8 Jan. – The city has launched a program for homeless people sued by the Santa Fe Municipal Court that offers alternative solutions to meet the court’s requirements instead of jail time, fines and fees.
The Outreach Court Program began in early December as a partnership between the city’s prosecutor, the public defender and local organizations that provide services to the homeless and precarious housing population of the city.
“It really ties in with the individual needs of the defendant or the individual job they’re doing,” said Chad Chittum, municipal court attorney. “It’s not a blanket 24-hour community service, after which the case is dropped. It gives a lot of direction to service providers who are in a really good place to know what a defendant needs.”
Chittum said the program works with providers such as The Life Link, Christ St. Vincent Regional Medical Center’s High Utilizer Group Services (known as HUGS) and the Interfaith Community Shelter at Pete’s Place to develop individual case solutions, including job training, substance abuse treatment or work to a GED certificate.
Any alternative resolution is recommended by service providers, Chittum said, but must be approved by a state attorney, a public defender and a municipal judge.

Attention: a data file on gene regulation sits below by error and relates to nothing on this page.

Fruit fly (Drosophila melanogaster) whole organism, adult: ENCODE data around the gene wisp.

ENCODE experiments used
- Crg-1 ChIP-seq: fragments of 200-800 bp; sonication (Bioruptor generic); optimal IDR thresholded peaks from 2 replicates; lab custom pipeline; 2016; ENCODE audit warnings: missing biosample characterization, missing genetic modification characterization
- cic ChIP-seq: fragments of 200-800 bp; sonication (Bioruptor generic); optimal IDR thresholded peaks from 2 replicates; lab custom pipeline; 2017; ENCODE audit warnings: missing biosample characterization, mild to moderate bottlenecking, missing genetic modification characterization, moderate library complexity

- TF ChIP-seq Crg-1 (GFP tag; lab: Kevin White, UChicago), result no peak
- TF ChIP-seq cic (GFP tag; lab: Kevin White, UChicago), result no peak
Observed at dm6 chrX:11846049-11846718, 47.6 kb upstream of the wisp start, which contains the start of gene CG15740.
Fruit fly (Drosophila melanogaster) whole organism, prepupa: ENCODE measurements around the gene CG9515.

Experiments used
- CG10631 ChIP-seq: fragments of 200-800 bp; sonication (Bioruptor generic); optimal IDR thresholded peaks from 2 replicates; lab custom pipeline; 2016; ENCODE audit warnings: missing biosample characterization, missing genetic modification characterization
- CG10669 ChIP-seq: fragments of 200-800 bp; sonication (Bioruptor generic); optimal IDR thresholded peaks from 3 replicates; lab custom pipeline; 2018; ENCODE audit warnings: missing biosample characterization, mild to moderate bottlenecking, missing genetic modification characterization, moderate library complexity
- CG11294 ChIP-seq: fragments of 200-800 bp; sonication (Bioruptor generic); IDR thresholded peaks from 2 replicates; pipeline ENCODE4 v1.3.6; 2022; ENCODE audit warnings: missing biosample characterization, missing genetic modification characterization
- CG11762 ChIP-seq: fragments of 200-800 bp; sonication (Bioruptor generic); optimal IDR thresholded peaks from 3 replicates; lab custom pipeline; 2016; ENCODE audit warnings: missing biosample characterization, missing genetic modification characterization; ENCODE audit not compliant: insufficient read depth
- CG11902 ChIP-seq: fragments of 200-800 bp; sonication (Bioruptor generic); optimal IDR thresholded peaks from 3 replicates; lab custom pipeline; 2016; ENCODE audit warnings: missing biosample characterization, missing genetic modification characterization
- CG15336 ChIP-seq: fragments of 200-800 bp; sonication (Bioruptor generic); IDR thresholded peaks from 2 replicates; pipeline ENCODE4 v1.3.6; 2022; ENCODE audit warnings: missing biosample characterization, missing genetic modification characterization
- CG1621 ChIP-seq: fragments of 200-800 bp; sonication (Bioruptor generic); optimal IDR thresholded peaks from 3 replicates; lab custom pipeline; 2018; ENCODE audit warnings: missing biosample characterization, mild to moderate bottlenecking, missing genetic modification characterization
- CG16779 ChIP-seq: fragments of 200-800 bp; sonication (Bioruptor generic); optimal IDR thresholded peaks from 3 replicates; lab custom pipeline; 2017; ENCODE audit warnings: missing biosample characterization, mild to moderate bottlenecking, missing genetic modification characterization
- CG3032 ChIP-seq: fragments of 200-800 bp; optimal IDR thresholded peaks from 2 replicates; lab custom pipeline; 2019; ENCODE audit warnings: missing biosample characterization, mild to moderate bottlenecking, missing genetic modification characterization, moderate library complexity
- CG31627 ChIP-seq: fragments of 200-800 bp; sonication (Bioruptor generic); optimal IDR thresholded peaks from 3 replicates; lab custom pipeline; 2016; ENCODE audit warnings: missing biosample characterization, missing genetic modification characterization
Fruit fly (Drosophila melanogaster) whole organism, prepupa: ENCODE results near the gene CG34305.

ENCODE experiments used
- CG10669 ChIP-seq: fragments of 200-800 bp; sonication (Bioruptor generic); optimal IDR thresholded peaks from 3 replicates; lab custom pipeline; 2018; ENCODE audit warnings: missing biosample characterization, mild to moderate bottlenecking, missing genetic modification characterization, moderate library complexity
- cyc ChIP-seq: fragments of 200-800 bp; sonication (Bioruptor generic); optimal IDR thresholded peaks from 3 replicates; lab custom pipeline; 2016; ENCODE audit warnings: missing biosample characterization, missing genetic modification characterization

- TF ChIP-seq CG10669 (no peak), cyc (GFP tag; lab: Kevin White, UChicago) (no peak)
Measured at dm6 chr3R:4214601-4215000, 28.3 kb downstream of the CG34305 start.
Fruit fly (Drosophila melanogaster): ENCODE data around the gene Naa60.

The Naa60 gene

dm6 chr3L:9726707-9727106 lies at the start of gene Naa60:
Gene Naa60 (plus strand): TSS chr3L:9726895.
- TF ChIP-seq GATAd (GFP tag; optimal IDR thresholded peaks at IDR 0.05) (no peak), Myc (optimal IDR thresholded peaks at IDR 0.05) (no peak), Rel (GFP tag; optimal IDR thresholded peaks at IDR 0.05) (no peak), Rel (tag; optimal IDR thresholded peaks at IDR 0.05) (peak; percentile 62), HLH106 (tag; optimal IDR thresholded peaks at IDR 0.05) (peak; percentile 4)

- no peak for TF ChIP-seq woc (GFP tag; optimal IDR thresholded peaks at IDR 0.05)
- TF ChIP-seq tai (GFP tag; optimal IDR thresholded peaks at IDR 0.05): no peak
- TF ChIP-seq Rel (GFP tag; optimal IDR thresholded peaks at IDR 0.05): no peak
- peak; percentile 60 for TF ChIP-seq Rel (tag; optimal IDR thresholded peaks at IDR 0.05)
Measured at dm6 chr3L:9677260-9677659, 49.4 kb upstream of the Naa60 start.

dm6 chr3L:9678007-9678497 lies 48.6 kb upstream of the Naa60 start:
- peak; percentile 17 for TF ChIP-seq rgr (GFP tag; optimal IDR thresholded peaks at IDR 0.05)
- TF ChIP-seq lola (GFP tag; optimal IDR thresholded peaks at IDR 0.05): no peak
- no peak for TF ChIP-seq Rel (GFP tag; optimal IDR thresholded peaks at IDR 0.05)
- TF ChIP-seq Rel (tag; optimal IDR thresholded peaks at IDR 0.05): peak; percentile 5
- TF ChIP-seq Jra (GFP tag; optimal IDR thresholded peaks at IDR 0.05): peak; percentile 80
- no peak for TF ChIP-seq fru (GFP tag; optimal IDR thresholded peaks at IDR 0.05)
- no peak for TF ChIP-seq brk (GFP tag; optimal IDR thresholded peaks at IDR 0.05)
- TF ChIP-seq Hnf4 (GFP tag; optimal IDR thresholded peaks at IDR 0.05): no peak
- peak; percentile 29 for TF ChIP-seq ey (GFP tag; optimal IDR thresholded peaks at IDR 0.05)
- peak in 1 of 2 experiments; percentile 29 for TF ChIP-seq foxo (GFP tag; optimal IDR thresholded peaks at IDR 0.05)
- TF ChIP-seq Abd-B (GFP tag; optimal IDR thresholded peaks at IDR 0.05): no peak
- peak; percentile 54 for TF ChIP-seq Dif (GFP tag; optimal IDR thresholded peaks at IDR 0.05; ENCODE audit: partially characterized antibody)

City officials modeled the program on the San Diego Homeless Court, which relies on “local community service providers who are the gateway for participants to voluntarily participate in the program,” according to a memo from municipal judge Virginia Vigil.
Former Santa Fe Municipal Judge Ann Yalman began a similar program called Homeless Court in 2006, which operated monthly out of St. Elizabeth Shelters and Supportive Housing.
Chittum said Homeless Court had been “put on hold” during the coronavirus pandemic. Outreach Court, he added, is a “service provider-driven” variant.
“It’s aimed at defendants and clients who are already engaged, so they’re already trying to help themselves,” Chittum said. “We recognize the efforts they’re already making with regards to getting into substance abuse issues, for example.”
According to Vigil’s memo, most felony cases not involving a DWI charge are eligible for the program, including criminal and traffic charges.
Outreach Court “hearings” consist of meetings between a city prosecutor, public defender, and judge at monthly-scheduled provider locations. Once admitted to the program, a defendant is not required to go to municipal court.
In its first month, Chittum said, the program has seen one completion and “a few referrals.”